"December 12, 1884: George Cooke", from a series of sonnets she's been writing drawn from actual events in American history, appeared in Slate's poetry section a few years ago. It did me a great and gracious favor, that of being so recognizably inane that it spared me the purchase of the book.
This reads as if it were a combination of dry facts from a history book blended with a student's marginalia. Scissors, paste and yellow highlighter are all over this assemblage, which indeed seems more assembled than composed. There is a punchline McDonough wants to land on, an example of Fate's anonymous wit, but there is not enough here to make us, meaning me, the reader, care enough to interpret the poem so that it becomes whole and coherent. It would be easy enough to dwell on issues such as how a sensationalist media twists historical fact into personality driven events and fictionalizes the record with romantic constructions in the interest of selling papers, but that would be too much weight to lay upon such a slight and underfed piece of writing. Such speculation would be more than the critic's invention than the author's intent.The mistake was to approach this set of information as a poem, as this is a clear case where an unambiguous prose format would have achieved what resonance McDonough wanted to have us experience; prose seems better suited for such terseness.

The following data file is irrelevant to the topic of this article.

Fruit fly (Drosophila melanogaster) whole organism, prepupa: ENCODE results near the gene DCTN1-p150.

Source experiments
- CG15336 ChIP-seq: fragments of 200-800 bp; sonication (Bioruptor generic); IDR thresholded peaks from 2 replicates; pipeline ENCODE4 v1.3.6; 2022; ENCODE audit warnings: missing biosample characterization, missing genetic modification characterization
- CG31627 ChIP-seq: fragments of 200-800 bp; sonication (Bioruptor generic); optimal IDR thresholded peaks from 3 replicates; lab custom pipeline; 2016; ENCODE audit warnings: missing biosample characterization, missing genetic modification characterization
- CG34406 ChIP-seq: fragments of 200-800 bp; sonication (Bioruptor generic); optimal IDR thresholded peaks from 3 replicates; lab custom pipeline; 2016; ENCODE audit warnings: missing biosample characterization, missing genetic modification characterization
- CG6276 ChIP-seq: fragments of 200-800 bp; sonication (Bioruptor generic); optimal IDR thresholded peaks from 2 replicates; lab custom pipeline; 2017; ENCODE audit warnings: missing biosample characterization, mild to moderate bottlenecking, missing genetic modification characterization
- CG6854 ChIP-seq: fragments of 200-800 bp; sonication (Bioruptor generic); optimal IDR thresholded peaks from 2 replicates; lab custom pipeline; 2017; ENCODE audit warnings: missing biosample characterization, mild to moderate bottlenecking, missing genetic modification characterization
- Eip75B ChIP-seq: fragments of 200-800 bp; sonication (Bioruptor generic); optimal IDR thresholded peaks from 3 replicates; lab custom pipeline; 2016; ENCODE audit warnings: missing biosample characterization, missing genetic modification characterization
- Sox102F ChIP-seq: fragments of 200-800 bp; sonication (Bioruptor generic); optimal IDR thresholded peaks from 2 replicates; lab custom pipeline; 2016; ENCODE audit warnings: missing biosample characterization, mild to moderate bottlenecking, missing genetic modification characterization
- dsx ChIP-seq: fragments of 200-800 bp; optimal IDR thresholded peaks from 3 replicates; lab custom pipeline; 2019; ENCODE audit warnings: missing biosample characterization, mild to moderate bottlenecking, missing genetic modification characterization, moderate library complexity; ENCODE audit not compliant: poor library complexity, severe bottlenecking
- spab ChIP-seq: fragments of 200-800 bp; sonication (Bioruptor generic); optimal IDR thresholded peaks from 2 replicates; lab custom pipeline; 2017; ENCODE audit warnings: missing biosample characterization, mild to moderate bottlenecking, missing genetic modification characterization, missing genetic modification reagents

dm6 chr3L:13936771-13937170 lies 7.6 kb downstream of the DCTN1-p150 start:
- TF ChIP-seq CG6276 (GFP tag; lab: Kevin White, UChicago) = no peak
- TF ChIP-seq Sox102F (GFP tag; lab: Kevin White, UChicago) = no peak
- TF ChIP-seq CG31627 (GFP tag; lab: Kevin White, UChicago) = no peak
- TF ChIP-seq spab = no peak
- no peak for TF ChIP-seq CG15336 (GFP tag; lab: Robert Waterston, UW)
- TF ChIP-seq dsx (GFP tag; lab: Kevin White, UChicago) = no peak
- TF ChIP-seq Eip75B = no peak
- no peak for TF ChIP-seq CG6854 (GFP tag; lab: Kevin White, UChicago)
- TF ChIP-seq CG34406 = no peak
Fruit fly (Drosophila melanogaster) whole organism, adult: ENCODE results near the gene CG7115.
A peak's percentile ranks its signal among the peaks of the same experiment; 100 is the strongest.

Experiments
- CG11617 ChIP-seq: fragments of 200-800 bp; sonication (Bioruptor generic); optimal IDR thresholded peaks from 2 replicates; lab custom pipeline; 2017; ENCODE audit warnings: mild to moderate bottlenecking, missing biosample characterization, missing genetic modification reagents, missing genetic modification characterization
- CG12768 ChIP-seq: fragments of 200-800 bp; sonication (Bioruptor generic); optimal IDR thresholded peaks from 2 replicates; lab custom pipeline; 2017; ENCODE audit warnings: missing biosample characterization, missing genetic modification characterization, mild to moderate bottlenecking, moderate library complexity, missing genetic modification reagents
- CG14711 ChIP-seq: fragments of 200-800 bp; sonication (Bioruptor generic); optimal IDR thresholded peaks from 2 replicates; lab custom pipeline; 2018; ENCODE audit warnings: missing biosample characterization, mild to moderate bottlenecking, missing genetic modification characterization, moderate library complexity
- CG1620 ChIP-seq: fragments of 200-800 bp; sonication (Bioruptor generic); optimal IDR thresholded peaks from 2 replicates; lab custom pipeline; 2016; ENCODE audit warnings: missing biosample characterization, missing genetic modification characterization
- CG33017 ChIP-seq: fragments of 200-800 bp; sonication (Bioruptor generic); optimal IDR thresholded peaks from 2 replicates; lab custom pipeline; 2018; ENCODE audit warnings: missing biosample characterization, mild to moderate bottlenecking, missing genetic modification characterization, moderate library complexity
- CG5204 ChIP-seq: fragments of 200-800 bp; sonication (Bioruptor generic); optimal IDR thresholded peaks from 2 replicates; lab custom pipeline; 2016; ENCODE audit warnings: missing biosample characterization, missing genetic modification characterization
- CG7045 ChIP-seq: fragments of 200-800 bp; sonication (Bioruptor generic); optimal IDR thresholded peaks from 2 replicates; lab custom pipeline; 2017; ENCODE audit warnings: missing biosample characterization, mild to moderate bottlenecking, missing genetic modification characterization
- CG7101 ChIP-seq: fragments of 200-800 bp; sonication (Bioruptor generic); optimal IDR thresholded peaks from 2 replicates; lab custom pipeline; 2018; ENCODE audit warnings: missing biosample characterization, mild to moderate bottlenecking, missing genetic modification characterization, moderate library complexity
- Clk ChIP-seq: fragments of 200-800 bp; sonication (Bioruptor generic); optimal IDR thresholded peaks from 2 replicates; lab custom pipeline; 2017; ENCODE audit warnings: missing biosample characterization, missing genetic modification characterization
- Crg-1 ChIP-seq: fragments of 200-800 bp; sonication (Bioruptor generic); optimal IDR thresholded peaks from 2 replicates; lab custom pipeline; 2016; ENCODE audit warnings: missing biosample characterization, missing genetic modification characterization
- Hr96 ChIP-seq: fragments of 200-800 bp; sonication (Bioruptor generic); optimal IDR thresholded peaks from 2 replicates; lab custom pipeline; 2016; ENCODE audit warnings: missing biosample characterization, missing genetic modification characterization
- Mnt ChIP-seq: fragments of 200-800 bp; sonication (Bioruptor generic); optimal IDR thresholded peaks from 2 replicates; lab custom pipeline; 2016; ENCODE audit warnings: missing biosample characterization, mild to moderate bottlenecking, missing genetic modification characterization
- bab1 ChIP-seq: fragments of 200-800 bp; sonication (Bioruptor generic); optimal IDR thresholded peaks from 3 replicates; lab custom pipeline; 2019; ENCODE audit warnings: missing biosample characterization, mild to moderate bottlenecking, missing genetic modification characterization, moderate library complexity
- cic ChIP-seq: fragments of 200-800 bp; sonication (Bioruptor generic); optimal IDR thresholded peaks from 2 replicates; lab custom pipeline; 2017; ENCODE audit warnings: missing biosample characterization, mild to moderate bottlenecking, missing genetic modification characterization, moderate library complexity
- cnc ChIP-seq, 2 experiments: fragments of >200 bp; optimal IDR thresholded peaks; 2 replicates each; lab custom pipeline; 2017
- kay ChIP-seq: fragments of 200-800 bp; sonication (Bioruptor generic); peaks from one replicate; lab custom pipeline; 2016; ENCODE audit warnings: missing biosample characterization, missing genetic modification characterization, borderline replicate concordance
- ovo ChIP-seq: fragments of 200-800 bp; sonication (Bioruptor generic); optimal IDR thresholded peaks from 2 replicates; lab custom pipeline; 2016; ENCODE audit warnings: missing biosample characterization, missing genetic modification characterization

'm thinking of Ernest Hemingway, who's masterly avoidance of qualifiers still provides a powerful kick, particularly his short story collection In Our Time.The collection is a masterpiece of what wasn't said. The italicized sketches between the longer stories are what McDonough should pay attention to, as they show how only a few facts conveyed in a paucity of words can still pull at your heart the way she wanted with "George Cooke" .